Ignore Greek life stereotypes

Paulina Urbanowicz

Greek life is underappreciated and misunderstood on this campus, but the truth is that it is an indispensable part of the UT experience. Evidence of this can be found in the Greek community’s commitment to philanthropic service. Sororities work hard year-round to host annual fundraisers for their specific charity. During the much-maligned annual Roundup weekend, Panhellenic sororities host an event to raise proceeds for a good cause. Event types range from carnivals with snow cones and pizza to all-you-can-eat pancakes. Many events are free with an optional donation or require a very small fee. 

Leo Zonn, a geography professor who interacts with UT undergraduates daily, says, “My sense is very positive for the UT fraternities and sororities. They don’t seem to exert too much influence on this campus socially and politically, their activities always seem to be within reason, and it would seem there is a spot for anyone who wants to join. I always encourage first-year students to join an organization on campus that shares their values, and I never hesitate to include the Greek community as a possibility.”

Zonn points out two important qualities of the Greek community at UT. Though similar t-shirt designs spotted in class might lead students to feel that an overwhelming majority of the student population is Greek, the statistics show approximately 14 percent of the undergraduate student population to be in involved in the Greek community. The dean of students reports that this percentage includes over 200 different majors and 73 different chapters.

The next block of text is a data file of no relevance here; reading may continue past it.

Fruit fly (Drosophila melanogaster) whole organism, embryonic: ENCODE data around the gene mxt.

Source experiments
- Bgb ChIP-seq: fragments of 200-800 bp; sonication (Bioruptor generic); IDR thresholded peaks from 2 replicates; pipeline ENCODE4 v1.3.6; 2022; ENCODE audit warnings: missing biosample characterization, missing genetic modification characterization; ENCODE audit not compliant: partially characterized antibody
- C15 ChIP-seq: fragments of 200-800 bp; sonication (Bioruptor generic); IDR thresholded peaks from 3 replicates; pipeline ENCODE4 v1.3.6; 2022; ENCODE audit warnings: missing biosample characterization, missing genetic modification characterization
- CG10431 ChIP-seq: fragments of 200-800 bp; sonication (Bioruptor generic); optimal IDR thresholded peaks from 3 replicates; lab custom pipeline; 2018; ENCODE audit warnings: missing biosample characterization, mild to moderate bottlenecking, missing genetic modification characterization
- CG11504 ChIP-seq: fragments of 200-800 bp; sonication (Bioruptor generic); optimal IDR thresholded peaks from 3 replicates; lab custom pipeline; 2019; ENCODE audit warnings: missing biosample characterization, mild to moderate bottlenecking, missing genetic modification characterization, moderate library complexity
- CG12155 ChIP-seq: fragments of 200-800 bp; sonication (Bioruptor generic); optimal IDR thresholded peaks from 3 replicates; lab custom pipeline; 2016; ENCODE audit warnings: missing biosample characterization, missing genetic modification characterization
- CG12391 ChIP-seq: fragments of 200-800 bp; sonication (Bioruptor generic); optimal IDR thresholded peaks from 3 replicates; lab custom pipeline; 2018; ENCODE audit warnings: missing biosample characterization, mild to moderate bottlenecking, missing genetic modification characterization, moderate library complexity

However, some on campus share negative perspectives about the Greek community. Biomedical engineering senior Quentin Smith said, “To be blunt, it is difficult for me to view the Greek community as anything but a homogenized and often pretentious culture that is based in exclusion and mediocrity.”

As an active member of a UT sorority, I feel compelled to expand the understanding of non-participating students.

Wearing a matching t-shirt for attending the same event does not diminish your personality or the goodness resulting from that event in the case of philanthropy. The characteristics that members of the same Greek chapter are guaranteed to have in common are the core values for which they were selected. Each chapter is founded on traditional values that were set hundreds of years before us and are being preserved today. There are specific qualities that help each chapter maintain its integrity, including rigorous scholarship standards.

I fully acknowledge that every organization has its flaws. But I challenge non-Greek students to maintain an open mind and look deeper into the positive accomplishments of the Greek community.

Urbanowicz is a geography senior from Houston.